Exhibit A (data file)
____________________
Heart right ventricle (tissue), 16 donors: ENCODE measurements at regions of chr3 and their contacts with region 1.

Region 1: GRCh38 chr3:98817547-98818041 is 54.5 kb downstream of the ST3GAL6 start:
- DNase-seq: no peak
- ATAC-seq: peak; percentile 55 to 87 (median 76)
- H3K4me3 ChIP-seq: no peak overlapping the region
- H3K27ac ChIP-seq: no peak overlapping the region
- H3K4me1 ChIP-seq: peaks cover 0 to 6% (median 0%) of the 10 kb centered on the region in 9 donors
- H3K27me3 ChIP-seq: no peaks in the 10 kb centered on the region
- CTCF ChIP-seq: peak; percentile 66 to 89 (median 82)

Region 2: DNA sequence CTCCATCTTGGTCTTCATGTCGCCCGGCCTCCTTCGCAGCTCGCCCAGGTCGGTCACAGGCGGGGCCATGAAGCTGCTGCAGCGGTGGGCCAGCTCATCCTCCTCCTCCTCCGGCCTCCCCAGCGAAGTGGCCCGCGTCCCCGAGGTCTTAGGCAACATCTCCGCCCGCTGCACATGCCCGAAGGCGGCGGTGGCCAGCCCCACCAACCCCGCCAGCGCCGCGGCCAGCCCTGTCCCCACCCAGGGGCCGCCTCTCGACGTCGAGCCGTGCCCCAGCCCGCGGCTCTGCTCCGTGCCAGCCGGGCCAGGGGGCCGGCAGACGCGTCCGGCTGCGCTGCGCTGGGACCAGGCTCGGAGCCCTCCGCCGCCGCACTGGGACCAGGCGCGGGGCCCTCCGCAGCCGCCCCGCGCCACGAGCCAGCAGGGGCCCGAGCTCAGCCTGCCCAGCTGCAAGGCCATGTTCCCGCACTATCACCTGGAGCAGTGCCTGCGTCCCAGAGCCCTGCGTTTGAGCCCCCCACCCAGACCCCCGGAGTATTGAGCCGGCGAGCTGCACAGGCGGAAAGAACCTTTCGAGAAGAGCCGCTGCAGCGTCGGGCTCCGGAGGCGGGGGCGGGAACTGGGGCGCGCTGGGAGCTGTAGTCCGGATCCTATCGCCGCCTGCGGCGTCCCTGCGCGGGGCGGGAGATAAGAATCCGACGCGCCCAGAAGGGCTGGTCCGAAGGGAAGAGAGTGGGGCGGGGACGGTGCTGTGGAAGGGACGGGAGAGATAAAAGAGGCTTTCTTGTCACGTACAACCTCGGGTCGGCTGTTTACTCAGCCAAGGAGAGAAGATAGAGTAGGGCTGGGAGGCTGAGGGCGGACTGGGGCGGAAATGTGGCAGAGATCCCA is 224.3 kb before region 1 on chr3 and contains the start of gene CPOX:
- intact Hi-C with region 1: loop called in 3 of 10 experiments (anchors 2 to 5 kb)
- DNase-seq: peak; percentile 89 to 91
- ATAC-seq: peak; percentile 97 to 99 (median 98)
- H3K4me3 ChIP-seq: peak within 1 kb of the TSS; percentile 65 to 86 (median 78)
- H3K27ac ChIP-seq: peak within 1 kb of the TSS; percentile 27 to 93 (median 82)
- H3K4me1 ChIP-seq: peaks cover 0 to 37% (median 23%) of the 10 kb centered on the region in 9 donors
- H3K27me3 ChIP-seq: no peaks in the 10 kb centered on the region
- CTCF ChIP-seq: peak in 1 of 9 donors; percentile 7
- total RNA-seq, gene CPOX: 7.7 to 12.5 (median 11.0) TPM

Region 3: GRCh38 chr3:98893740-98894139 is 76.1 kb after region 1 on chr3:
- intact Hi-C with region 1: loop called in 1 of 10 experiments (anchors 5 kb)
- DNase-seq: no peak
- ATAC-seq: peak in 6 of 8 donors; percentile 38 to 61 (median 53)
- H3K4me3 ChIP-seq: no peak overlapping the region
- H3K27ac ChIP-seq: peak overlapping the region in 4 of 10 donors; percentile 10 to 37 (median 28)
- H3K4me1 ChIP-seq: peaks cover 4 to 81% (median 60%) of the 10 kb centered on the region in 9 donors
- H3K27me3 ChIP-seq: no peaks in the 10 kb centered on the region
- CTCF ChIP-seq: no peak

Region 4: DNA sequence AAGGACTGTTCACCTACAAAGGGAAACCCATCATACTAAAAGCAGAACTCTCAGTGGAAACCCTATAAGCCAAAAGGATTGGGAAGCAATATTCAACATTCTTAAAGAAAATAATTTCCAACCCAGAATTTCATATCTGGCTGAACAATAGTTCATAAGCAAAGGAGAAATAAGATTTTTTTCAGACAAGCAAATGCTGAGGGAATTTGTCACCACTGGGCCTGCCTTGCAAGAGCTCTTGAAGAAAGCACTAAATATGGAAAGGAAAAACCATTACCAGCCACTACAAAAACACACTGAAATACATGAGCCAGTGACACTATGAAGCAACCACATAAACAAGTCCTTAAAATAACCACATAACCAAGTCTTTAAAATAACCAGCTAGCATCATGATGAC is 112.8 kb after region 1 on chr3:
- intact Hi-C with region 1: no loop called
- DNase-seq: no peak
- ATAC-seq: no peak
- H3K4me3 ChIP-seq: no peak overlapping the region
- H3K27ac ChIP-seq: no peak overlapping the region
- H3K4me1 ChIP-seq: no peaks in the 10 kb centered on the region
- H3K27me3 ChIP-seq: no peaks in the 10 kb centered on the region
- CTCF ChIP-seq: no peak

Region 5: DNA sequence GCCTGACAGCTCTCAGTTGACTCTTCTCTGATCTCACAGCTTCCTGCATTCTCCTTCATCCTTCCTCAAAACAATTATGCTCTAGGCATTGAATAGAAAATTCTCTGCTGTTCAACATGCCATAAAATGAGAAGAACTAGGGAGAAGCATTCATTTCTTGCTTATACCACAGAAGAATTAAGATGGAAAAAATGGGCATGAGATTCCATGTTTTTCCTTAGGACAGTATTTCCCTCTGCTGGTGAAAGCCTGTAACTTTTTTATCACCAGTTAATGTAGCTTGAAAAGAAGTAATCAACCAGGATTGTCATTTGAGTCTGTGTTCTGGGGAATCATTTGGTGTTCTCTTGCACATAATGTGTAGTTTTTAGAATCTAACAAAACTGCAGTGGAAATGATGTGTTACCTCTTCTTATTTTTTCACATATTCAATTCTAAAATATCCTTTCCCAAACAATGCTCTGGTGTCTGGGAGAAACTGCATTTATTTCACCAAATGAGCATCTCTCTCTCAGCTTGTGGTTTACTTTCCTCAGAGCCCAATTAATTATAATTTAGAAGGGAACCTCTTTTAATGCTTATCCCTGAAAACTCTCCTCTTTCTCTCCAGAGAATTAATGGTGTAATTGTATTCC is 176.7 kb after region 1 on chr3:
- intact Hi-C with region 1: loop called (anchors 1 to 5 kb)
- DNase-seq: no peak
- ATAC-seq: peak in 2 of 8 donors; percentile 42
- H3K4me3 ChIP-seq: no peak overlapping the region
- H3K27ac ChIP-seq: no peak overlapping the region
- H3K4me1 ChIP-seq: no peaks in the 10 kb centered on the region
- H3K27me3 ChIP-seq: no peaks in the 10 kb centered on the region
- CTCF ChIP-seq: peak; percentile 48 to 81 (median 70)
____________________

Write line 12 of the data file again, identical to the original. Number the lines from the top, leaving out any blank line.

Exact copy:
- DNase-seq: peak; percentile 89 to 91